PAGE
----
After five straight days away from the office over the holidays, most of which I spent oogling at my amazing eight-month-old daughter, I find that my brain has turned into a Christmas-candle-scented ball of goo. The vaguely rhythmic, assuredly dissonant goofball scatting I rattle off when entertaining her—which, I should add, has evidently become one of the most prized contributions to our burgeoning father-daughter relationship—flows unprovoked as if it's a normal reaction to the mundane.
I observe the cat jumping out of the chair walk toward the stairs.
Ah skiddly doop doosh a pow!
I open the cabinet to remind myself which whiskies I have in stock.
Da da dat dat dat dop!
I end a conference call with a client and glance over to the email I was working on before the phone rang.
Woppi zop po po doo!
This is your brain on Christmas break with a baby.
Not exactly conducive to linear thought. Or to extended excursions with prose.
But you know what? I can totally dig it. I mean, if I'm taking off work, what better way to really escape than to immerse myself in the world of an infant whose manifestations of wonder, surprise, happiness, and excitement are all identical—pure laughter.
In fact, if made to pick a single quasi-secular thing that best reflects what the holidays are or should be, my vote goes to the gleeful sounds that greets my head poking out from behind the wall when a small child realizes that yes, I do indeed still exist when I leave her field of vision.
So, with this joyous and goofy sound resonating in what is left of my mind, my approach to bowl games and the offseason has been surprisingly tempered. I've tried to tune in to my usual digitized feed of football information over the past week or so, but something's not clicking. What's all this about coaching changes and staff salaries? Why do I care that Jim Harbaugh is wearing a hat? Who flipped what recruit now? Grey . . . shirt?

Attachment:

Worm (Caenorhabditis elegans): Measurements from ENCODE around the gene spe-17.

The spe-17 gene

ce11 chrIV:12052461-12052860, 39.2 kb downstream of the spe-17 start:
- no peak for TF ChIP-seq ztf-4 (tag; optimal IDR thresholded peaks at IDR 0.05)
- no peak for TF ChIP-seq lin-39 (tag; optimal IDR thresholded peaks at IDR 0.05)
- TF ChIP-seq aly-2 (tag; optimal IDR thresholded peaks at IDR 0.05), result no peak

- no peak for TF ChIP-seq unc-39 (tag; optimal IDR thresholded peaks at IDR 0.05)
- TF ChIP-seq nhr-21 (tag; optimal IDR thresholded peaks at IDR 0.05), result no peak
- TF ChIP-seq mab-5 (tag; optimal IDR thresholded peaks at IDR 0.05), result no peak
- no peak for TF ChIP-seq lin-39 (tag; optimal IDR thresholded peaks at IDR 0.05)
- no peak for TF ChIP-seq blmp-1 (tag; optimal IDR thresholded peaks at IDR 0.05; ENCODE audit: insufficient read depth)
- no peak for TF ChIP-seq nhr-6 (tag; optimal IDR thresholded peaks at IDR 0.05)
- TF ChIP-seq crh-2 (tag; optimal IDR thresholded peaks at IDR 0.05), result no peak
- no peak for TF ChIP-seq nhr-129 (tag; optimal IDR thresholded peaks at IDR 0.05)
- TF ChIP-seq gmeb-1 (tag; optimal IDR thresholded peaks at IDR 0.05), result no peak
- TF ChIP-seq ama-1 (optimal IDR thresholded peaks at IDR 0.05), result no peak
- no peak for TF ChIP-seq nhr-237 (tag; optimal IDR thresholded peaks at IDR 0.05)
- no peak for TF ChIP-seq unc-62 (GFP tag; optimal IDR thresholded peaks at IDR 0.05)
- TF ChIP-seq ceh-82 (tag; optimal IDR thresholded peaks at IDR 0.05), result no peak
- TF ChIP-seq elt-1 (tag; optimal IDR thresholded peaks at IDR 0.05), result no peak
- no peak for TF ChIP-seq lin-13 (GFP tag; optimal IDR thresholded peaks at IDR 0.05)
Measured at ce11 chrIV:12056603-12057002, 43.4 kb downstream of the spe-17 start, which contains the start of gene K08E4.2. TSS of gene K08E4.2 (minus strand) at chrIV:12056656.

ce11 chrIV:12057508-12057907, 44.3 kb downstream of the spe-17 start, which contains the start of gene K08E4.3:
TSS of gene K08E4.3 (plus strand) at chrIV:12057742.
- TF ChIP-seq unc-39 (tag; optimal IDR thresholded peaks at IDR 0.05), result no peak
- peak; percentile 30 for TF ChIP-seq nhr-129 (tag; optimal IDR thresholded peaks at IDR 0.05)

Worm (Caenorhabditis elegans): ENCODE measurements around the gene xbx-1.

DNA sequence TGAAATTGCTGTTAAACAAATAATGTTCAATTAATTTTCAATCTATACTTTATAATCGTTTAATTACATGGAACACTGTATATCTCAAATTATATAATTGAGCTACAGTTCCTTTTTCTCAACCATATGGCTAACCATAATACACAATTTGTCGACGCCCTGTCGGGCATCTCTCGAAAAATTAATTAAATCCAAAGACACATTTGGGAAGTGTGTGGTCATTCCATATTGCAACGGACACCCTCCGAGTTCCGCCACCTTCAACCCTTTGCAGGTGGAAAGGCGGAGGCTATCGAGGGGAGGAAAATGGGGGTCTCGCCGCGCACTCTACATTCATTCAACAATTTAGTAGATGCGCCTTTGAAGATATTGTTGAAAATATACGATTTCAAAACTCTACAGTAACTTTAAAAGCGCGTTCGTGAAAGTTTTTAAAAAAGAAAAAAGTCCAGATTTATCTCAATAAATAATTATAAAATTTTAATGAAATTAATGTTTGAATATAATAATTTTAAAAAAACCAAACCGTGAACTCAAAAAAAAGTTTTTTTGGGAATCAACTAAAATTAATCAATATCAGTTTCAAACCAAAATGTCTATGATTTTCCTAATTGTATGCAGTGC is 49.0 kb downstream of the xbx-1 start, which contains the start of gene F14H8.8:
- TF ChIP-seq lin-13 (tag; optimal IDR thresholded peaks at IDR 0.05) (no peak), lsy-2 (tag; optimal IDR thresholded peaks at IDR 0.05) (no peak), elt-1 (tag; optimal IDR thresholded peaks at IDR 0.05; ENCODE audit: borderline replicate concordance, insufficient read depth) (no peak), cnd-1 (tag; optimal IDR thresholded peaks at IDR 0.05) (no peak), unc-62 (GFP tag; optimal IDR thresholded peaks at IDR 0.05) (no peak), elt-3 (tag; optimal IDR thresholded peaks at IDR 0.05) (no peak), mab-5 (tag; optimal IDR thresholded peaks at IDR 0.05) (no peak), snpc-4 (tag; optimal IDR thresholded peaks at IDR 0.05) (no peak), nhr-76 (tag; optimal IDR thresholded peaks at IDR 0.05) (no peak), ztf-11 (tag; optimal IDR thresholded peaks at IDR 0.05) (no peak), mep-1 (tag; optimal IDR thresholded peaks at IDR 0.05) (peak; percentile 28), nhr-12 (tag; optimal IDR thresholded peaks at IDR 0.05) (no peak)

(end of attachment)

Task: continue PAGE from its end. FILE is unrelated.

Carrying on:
I just wanted to watch a loop of this every day leading up to the Orange Bowl.
As luck would have it, there's a brewery about twenty minutes from Georgia Tech's campus that fits my mood to a T. It's the kind of place that can start with one of its owner's gingery appearance and end with solid red beer taps shaped like rabbit ears. Let's see if Red Hare Brewing Company down in Marietta can't bring a smile to your face before our boys play for a giant bowl of oranges later on tonight.
That's just plain awesome, people.
About five or six years ago, Roger Davis and Bobby Thomas were a couple of North Georgians with solid sales jobs. Roger was the Director of Sales in North America for an international corporation that manufactures plumbing and climate-control infrastructure systems, and Bobby was a sales rep in the same industry. Pipe fittings, butterfly valves, PEX manifolds, Johnson rods . . . . They were living the dream.
In addition to their love of gaskets and so forth, though, they also loved beer. So when Bobby decided to try out a home brew kit one weekend, he invited Roger to join in the fun.
After a brew with the kit, they decided to try to give it a go with all grains. The first weekend turned into another weekend. And another. And another. And then a random weekday when the two decided to skip work in favor of brewing. And then another weekend.
This went on for a solid year.
It was around this same time that the economy messed itself and hid in the closet. Nearly every industry was affected by the crash in some way, but residential and commercial construction were hit especially hard. Bobby and Roger saw the writing on the wall, and were not eager to leave their long-term futures up to chance.